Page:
UnNews:Mel Gibson extends tape measure 60 ft without it bending
13 October 2006
HOLLYWOOD, California -- Actor Mel Gibson on Monday broke a world record by extending a standard Top-Stop Extra-Long flexible tape measure to a length of 60 feet (18.29 meters) without it folding to the ground. The previous record, held by Jim Johnson of Newberg, Kentucky, was set at 47 ft.
Gibson, best known for his role in the action-comedy Passion of Driving Under the Influence (of alcohol) series (about two Jewish cops conspiring to take over the world), first conceived the stunt while trying to start his car from the backseat of his Mercedes with a tape measure, so he could drive himself home while sleeping off a drunken stupor.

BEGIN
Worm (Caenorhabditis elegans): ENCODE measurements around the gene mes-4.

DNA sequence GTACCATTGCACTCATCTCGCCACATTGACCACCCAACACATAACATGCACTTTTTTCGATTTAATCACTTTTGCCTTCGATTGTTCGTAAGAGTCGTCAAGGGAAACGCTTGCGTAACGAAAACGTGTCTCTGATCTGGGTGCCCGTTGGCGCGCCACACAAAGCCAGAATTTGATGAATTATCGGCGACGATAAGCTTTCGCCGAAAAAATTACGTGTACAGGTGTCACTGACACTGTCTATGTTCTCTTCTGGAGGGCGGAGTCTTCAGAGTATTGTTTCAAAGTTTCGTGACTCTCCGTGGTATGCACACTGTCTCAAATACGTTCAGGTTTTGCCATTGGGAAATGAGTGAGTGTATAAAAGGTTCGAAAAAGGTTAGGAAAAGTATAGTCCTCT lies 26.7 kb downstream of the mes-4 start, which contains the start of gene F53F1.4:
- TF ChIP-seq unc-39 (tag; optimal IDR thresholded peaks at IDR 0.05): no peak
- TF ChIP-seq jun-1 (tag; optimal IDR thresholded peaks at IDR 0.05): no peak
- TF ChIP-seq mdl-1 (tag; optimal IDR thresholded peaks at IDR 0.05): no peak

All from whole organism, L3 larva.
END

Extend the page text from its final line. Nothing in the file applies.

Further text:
Actress Jodi Foster said of the stunt, "I told him he was crazy to try something like this. The tape measure could have snapped back and poked out an eye." Fortunately, Gibson's stunt was performed without injury to himself or the thousands of bystanders.
Gibson's feat is the last in a long line of tape measure extension attempts. In 1861, Abraham Lincoln extended a tape measure 17 feet in order to decapitate an American Indian on horseback. Lincoln's tape only bent upon impact.
- Thomas Friedman. "Mel Gibson stunt 'not a diversion'" New York Times, October 12, 2006